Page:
This week on the ELAR blog, ELDP grantee Alexandro Garcia Laguia interviews Nelita Cristobal, an Alta speaker who is working with him to document the Northern Alta language in the Phillipines. Thank you to Alexandro and Nelita for providing this interview!
1. Can you tell us a bit about yourself and your language?
My name is Nelita Cristobal, but most people here call me ‘Ate Tikkay’. I was born in in 1962 and I attended Diteki Elementary school, which at the time was just a hut covered with palm leaves.
Our language is very useful because it allows us to communicate without being understood by the Tagalog. There are stories saying that lives have been saved thanks to this! Maybe we can record one of them some time.
2. Is your language still spoken by everyone in your community?
Yes, we still use it! We usually speak it with the other Alta, unless there are people belonging to other ethnical groups around, in that case we speak Tagalog.
3. How did this project to document your language begin?
I remember when you (Alex) came to Diteki for the first time in 2013. You were asking us whether the children can speak Alta. At the time, it made us realize that we needed to do something in order to preserve the language, given that the children speak Tagalog and not Alta!
4. Can you tell us a little bit about the people who work on the project?
They clearly enjoy their time here but they also work hard. We appreciate very much what they are doing for us, and for the next generations of Alta. Personally, I enjoy their presence here and try to make them feel as comfortable as possible.
5. What are your thoughts regarding this project?
I would like for the other Alta to also collaborate and make things easy so the project can be concluded successfully!
6. What impact do you believe this project will have/has had on your community?
The project has made us think and discuss about the situation of our language, and this is already a success. Also, thanks to the project, people seem to be suddenly interested in our culture. Several Alta children are even trying to speak the language and feel now proud of their Alta origin, which was not the case in the past.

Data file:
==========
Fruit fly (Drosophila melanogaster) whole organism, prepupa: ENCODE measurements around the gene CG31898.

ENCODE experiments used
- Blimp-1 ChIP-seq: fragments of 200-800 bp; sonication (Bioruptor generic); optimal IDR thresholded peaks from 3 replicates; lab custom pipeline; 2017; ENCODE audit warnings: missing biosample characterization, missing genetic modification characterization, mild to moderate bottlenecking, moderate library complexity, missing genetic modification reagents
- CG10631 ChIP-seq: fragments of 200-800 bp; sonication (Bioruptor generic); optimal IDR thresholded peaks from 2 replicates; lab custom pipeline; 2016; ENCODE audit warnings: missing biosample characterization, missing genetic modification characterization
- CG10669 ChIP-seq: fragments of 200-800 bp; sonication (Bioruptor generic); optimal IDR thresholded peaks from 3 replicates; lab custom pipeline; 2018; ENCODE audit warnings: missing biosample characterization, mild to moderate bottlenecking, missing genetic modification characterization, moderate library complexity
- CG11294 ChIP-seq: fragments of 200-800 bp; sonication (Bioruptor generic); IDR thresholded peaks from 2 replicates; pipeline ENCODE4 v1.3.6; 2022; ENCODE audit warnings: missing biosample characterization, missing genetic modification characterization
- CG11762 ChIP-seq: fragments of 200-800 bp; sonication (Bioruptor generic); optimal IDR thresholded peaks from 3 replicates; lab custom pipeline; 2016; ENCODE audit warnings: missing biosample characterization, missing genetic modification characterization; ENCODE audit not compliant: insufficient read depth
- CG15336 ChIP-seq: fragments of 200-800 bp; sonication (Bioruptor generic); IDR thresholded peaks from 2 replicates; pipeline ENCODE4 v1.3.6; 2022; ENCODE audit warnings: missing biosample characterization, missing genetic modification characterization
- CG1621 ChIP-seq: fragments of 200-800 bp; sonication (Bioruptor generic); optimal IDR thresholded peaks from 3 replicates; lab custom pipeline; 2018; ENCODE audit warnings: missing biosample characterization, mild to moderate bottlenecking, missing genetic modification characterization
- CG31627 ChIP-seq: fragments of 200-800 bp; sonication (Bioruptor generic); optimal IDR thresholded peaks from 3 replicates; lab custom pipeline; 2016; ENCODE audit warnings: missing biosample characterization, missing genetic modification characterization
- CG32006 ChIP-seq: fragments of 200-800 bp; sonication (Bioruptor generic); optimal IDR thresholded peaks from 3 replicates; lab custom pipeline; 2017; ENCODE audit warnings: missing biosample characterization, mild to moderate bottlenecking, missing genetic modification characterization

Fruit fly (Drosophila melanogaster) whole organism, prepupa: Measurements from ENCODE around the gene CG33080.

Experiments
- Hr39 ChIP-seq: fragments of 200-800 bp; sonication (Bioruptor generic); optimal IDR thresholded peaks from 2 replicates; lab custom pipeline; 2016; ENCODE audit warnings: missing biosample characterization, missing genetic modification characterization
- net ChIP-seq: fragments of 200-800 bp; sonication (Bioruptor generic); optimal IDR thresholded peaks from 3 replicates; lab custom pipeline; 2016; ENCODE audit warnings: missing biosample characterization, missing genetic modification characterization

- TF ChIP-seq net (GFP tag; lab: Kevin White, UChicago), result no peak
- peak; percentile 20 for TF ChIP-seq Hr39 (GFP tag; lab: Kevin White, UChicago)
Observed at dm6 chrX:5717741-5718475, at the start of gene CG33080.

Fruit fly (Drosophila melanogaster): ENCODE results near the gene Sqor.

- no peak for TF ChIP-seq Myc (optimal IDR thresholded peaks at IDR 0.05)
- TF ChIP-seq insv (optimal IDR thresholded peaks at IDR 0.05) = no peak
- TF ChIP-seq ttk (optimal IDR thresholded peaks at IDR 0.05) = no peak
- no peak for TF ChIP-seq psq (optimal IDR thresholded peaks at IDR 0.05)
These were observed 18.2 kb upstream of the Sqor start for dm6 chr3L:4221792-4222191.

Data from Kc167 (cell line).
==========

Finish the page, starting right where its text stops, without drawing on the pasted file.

7. What is your favourite word or phrase in your language? And why?
I don’t really have a favourite word, because for me every Alta word is as important as any other.
8. What has been the best thing about being involved in the ELDP project?
A few weeks ago, I assisted Alex, Marilyn and Harry when the four of us travelled together to Villa, one of the remote Alta villages. The Altas there were amused by the fact that a white man could speak their language so they called him the “americalta”. During thetime we stayed in Villa, we made several recordings in which I participated as interviewer.
We also made a small replica of the “sa’long” the kind of Alta hut where I lived when I was a child. That little trip into the hills of the Sierra Madre was of one my best experiences with this project.
9. What are your hopes for the future of your language?
I really hope that the children will eventually learn the language and pass it on to their own children in the future. This is why I would like to tell them “I’na, pe’’aralan miyud ina, polung tami, para ti’say ay awon miyu iyebut in polung tam” (“This is one of the things you really have to learn, our language, so it will not be lost”)
Thank you to Nelita and Alex for contributing this interview to the blog! To learn more about Alta, visit Alex’s deposit page, found here.
Blog post by Alexandro Garcia Laguia